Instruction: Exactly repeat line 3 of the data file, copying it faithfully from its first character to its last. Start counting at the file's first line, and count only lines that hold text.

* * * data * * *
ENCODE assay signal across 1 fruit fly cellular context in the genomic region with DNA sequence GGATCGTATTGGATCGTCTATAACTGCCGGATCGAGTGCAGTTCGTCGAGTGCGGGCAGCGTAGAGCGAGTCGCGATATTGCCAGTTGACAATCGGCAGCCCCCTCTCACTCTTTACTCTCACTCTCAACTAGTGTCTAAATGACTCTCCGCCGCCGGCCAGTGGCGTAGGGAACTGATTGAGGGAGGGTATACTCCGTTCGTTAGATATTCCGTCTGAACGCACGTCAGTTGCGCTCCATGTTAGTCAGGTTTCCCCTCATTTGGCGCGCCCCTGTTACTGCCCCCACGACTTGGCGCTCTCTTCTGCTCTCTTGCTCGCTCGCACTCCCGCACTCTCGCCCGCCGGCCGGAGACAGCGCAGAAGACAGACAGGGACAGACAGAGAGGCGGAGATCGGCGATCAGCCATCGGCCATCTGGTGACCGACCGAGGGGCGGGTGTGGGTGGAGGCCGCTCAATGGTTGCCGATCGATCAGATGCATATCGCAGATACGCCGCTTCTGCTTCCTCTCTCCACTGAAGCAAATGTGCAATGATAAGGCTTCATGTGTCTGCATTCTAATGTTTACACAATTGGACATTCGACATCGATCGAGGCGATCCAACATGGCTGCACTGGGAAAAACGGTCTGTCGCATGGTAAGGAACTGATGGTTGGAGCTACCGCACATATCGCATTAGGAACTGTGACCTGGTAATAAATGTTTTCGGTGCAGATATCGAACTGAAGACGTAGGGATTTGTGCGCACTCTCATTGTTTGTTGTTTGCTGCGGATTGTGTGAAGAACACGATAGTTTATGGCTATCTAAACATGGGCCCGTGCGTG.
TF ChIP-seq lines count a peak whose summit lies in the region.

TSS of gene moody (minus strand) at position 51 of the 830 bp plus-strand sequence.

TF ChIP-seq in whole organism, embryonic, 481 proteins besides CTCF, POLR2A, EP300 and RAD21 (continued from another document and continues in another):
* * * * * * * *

TSS of gene moody (minus strand) at position 51 of the 830 bp plus-strand sequence.